Drug-buying agency Pharmac is set to get a four-year $60 million boost, allowing it to fund new drugs including for HIV, lung cancer, Hepatitis C - and insomnia medicine for young people.
The government announced the Budget funding boost this morning.
At the same time, Pharmac released its draft plan for new drugs to be publicly funded from July.
The list includes a new medicine to fight an aggressive form of lung cancer, earlier access to HIV anti-retrovirals, a new insomnia medicine for children and teenagers, and a potential cure for people suffering from Hepatitis C.
Health Minister Jonathan Coleman said 33,000 people would benefit from the new drugs being subsidised.
Dr Coleman said more than 109,000 New Zealanders had benefited from 62 new and widened access subsidised medicines in the past two years.
He said figures showed about 3.5 million New Zealanders received a funded medicine in 2016-17, a figure which had increased by 100,000 over the past three years.
However, Labour party health spokesperson David Clark said the move was a backdown from the government's previous statements that Pharmac was adequately funded.
Dr Clark said that while Labour welcomed more money for medicines, funding should not come from the cash-strapped District Health Boards.
He pointed out that while the government is putting an extra $60 million into Pharmac over four years, it also announced DHBs would also be contributing more to the agency.
Dr Clark said Labour would restore the $1.7 billion the government had cut from health funding.
Pharmac's new list of drugs and treatments was expected to be finalised by the beginning of July after public consultation:
- Melatonin (Circadin) modified-release tablets for children and adolescents with neurodevelopmental disorders who have insomnia
- Pemetrexed injection for the treatment of mesothelioma, an aggressive form of lung cancer caused primarily by inhalation of asbestos fibres and for first-line and second-line treatment of people with non-small cell lung cancer (NSCLC)
- Roxithromycin dispersible tablets (Rulide D) would be funded for children under the age of 12 years
- Sildenafil injection would be funded in hospitals for the treatment of pulmonary hypertension in children
- Ivabradine tablets would be funded in hospitals for use prior to computed tomography coronary angiography.
Changes to Existing Treatment Access:
- Earlier access to HIV anti-retrovirals treatment for people with HIV infection: 21 treatments of which any 4 per patient are subsidised from across non-nucleosides reverse transcriptase inhibitors, nucleosides reverse transcriptase inhibitors, protease inhibitors and strand transfer inhibitors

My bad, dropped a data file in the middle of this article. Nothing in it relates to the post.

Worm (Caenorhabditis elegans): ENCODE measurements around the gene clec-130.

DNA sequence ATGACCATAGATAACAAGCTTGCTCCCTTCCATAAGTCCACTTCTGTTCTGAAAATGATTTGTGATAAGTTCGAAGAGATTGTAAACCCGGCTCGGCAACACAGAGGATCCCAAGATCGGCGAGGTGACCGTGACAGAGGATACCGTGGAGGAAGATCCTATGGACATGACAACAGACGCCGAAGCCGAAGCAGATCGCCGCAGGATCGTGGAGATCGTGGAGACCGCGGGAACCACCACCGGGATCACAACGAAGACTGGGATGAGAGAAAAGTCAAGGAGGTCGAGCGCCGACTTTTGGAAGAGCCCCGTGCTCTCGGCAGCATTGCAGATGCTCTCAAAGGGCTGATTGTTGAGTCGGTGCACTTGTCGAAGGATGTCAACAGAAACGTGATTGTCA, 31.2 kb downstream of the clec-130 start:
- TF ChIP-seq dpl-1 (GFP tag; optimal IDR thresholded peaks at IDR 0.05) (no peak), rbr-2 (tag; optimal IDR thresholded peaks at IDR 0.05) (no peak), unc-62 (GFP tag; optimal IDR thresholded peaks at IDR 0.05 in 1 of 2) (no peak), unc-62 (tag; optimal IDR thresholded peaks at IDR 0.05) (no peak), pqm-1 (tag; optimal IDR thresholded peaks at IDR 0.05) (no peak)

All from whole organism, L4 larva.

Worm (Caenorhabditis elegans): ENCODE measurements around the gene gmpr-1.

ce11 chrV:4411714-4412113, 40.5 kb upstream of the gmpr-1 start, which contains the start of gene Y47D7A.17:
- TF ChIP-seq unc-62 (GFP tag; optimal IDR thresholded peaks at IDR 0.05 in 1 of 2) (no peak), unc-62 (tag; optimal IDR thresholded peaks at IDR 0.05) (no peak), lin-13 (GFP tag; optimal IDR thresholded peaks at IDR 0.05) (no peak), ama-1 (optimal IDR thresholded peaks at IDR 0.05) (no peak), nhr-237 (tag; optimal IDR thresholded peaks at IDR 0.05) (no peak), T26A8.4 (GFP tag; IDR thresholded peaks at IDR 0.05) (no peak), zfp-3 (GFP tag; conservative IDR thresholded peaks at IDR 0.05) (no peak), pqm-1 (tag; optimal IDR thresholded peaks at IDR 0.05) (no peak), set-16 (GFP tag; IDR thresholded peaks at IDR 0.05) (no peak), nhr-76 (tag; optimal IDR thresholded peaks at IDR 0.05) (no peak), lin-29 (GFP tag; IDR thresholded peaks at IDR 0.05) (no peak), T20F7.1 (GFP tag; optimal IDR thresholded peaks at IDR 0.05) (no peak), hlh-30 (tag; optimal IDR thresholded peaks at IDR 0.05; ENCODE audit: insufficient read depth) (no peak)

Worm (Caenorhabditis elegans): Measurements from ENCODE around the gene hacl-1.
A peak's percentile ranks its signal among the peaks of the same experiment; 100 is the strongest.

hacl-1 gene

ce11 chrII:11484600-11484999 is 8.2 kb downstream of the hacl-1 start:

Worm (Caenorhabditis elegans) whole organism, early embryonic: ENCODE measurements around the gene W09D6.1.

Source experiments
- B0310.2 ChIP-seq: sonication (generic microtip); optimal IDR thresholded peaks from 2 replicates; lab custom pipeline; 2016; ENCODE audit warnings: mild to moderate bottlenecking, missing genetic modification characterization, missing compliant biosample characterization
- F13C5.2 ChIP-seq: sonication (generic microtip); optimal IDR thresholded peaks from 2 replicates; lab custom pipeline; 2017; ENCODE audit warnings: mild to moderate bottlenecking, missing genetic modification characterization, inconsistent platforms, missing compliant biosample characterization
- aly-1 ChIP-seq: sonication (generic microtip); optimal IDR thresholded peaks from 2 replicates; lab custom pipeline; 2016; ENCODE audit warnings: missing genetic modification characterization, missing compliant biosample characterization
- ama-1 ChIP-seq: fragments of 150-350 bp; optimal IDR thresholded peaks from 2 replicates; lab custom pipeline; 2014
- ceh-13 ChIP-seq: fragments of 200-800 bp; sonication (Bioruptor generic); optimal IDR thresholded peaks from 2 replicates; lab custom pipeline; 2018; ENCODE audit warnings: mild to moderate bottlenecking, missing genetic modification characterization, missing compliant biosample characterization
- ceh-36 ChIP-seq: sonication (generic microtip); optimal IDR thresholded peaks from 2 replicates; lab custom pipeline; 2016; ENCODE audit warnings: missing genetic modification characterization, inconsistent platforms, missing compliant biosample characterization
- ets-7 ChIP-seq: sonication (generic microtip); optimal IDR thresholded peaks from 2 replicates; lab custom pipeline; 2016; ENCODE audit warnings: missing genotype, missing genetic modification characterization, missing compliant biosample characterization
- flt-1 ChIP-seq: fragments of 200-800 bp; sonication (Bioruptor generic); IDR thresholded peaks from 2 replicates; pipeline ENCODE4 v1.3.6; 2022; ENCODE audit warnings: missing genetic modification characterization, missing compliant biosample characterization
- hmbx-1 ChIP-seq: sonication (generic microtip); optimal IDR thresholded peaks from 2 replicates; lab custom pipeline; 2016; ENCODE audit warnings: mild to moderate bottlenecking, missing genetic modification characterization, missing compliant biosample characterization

- Azithromycin tablets (Apo-Azithromycin, Zithromax) a macrolide antibiotic (with anti-inflammatory and immunomodulatory properties) access to treatment for non-cystic fibrosis bronchiectasis in children.
- Lamivudine (Zeffix), tablets an anti-viral agent that is highly active against hepatitis B virus (HBV) available for prophylaxis of hepatitis B reinfection in immunocompromised patients receiving rituximab-based chemotherapy.
- Ledipasvir and sofosbuvir (Harvoni) tablets for patients with chronic hepatitis C with advanced disease at an earlier stage
- Erlotinib (Tarceva) and gefitinib (Iressa) tablets for patients with non-small cell lung cancer to switch between treatments at any time due to intolerance
- Nivolumab (Opdivo) and pembolizumab (Keytruda) injection for advanced melanoma amended to add a requirement for patients to have an ECOG performance status score of 0-2 to assist clinicians in better identifying treatment options for patients
- Thalidomide (Thalomid) capsules for the treatment of multiple myeloma would be available closer to home via any community pharmacy, rather than only from a hospital pharmacy
- Lenalidomide (Revlimid) capsules for relapsed or refractory multiple myeloma with progressive disease new 15 mg capsule strength to support optimal dosing for those patients transitioning from a 25 mg dose to a 10 mg dose.
- Midazolam injection for people experiencing a sustained epileptic seizure (status epilepticus) able to be carried in doctors' bags or given in surgeries in urgent situations
- Infliximab (Remicade) injection use in hospitals to include treatment of neurosarcoidosis and Behçet's disease, and changes to criteria for use in ocular inflammation
- Enoxaparin (Clexane) injection to include use during home haemodialysis.
Dr Coleman said the new drugs would in some cases save lives, and in others would dramatically improve quality of life for patients and their families.
He said Pharmac's model for increasing subsidided medicines and treatments is world-class.